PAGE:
However, the key difficulty for the retailers’ case appears to have been the clear requirement in the jurisprudence to analyse the potential restriction on competition “within the actual context in which it would occur in the absence of the agreement in dispute [the MIF]”. The Court had to consider whether, in the counterfactual, Visa’s MIFs would have been set at their usual levels or would also have been unlawful and constrained. In the latter scenario, there could be no “death spiral” and MasterCard’s MIFs would not be an anti-competitive restriction. But the retailers were unable to show that the schemes were “materially identical” such that the Court would have to proceed on the assumption that the Visa MIFs were also unlawful. Popplewell J noted an apparent reluctance on the part of the retailers to invite the Court to make findings on the lawfulness of the Visa MIFs. This was likely to avoid pre-judging the parallel Visa MIF trial that was soon to get underway in the High Court, but the retailers’ argument depended upon the Court making a finding of material identity, which would inevitably have amounted to a finding that the Visa MIFs were unlawful. The retailers could not have one finding without the other and their argument appears to have been weakened by their failure to discharge their evidentiary burden on material identity and the unlawfulness of the Visa MIFs. Ultimately, despite some common ground, the CAT and High Court reached divergent views on the competition implications of MIFs.
The inconsistent judgments have left the law on this issue in an unsatisfactory state. Following the judgment, most of the retailers settled their claims in the parallel proceedings against Visa, likely unwilling to take their chances with the High Court again in light of the MasterCard decision. (We understand that the claim by Sainsbury’s against Visa is still live and closing arguments are being heard at the end of February 2017.) The retailers have also said they intend to appeal the MasterCard judgment, and must seek permission to do so direct from the Court of Appeal, having been refused permission by Popplewell J. MasterCard is also due to appeal the CAT decision.
In the circumstances, it would appear prudent for the Court of Appeal to hear the appeals together, allowing it to consider the issues in the round and avoid further inconsistency. The retailers will likely seek to address before the Court of Appeal the perceived gaps in their reasoning before the High Court, to the extent they are able to do so, including in relation to Popplewell J’s comments on the relevance of the lawfulness of Visa’s MIFs. Any Court of Appeal judgment will likely have significant implications not only for the MasterCard retailers affected by the High Court and CAT decisions to-date, but also for the remaining parties to the Visa proceedings and the parties to future claims against both card operators, including the £14 billion collective action filed against MasterCard in September 2016 on behalf of UK consumers.
We understand that, following the MasterCard judgment, further claims against Visa and MasterCard were filed in the High Court by various regional train companies. Given Popplewell J’s judgment in favour of MasterCard, the train companies’ decision to file in the High Court is perhaps surprising. The CAT is generally understood to be a more claimant-friendly forum, particularly given its recently expanded jurisdiction and new powers (see our Law Now for more information). The CAT’s MasterCard decision in favour of Sainsbury’s arguably supports that view. Subject to the outcome of any appeal of the MasterCard cases, the divergent judgments could prompt future claimants (both in relation to MIFs and other issues) to file their claims in the CAT, or seek to transfer High Court claims to the CAT, in the hope this would increase the likelihood of an outcome in their favour. Indeed, the High Court has the power, pursuant to section 16(4) of the Enterprise Act 2002 and CPR Practice Direction 30.8, to order a transfer to the CAT either of its own initiative or on an application by one of the parties, taking into account all the circumstances of the case, including the wishes of the parties. Similarly, should a defendant to a claim filed in the CAT prefer it to be heard by the High Court, on the basis that forum may subject the claimant’s claim to similar scrutiny to that exercised by Popplewell J, they can apply to the CAT for a transfer under Rule 71 of the CAT Rules 2015. The CAT has the discretion to make the transfer to the High Court at any stage of the proceedings “after considering any observations of the parties”.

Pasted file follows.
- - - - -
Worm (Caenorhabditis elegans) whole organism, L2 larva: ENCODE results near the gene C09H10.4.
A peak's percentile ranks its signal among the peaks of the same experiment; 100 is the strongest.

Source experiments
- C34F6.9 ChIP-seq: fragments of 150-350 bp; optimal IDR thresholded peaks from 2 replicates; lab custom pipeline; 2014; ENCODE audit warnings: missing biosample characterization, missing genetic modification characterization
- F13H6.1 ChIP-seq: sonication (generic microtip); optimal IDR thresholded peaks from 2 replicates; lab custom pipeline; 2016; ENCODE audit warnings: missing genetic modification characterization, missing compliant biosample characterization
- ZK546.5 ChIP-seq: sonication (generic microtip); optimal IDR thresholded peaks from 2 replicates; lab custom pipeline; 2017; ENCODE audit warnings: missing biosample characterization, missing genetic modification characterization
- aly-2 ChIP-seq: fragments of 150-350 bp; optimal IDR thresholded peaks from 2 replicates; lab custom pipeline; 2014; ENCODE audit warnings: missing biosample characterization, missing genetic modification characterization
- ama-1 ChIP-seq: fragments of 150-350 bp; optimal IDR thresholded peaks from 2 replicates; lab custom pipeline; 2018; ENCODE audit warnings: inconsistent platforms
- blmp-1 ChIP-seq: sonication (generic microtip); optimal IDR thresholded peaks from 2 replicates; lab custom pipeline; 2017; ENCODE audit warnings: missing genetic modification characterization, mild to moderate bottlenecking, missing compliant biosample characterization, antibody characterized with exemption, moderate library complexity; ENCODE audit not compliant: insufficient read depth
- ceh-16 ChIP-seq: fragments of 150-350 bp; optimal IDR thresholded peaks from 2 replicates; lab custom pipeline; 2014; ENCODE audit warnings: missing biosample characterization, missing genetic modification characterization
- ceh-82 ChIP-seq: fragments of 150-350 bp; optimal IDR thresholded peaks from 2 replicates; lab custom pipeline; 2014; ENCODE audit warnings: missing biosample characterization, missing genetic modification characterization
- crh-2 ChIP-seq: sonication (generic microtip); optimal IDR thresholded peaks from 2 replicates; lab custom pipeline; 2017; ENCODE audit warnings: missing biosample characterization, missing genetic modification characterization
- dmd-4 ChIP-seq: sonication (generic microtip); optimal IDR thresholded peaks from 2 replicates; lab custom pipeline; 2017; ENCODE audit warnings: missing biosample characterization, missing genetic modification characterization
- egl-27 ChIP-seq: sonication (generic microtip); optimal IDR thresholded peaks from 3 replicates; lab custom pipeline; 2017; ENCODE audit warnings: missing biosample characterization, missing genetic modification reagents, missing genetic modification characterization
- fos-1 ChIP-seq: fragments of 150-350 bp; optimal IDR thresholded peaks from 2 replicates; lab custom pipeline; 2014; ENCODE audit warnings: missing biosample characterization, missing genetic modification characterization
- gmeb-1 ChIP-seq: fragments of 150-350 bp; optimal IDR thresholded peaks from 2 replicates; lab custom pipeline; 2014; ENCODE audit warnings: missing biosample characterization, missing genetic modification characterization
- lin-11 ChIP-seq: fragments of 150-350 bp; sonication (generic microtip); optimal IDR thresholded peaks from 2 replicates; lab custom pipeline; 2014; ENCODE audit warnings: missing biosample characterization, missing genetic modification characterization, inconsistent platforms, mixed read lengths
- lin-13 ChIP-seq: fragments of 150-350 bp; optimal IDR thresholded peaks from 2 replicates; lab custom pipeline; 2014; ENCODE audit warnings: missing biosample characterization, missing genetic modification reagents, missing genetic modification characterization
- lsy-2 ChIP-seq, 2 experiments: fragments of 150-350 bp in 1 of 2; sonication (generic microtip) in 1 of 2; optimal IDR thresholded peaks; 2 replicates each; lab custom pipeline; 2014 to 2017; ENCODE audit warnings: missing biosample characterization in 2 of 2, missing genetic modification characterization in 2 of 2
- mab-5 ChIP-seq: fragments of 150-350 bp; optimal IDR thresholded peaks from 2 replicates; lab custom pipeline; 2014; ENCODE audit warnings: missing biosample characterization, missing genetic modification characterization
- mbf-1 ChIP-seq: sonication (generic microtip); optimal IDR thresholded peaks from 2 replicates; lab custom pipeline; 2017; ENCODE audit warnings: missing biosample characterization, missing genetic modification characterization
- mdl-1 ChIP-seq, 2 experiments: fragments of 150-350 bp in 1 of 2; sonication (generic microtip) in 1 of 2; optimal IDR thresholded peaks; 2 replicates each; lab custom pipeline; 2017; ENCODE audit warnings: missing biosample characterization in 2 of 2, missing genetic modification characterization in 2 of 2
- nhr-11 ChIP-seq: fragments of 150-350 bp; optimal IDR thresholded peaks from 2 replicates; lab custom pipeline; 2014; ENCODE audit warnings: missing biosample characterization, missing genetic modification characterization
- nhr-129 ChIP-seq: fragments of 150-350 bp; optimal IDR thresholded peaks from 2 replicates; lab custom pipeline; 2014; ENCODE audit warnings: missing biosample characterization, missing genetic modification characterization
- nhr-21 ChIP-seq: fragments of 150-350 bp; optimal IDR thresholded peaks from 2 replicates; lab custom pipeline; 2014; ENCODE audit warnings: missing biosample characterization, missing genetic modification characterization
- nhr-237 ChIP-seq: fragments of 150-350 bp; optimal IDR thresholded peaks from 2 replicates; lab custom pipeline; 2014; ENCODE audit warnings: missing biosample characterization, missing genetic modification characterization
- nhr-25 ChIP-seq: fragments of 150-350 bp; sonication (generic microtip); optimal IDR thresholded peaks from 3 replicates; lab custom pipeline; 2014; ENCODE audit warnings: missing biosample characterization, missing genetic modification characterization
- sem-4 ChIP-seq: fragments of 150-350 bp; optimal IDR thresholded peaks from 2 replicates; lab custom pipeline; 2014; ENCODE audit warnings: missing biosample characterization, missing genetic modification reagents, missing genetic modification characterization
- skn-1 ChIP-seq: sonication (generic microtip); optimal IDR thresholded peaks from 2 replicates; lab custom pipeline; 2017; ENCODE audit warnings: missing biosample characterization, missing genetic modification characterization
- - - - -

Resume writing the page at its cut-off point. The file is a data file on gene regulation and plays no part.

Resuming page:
It is too early to predict whether future claimants and defendants may respectively be drawn to the CAT and the High Court in light of the divergent approaches adopted in the MasterCard decisions. However, potential parties to competition actions are likely now to pay close attention to decisions coming out of these forums. Unless some consistency emerges in the case law, we could start to see parties to competition actions making tactical choice of forum decisions and use of the transfer provisions. For the time-being, as regards the MasterCard litigation, the Court of Appeal is likely soon to be tasked with providing some much needed clarity on this long-running litigation and increasingly complex area of law.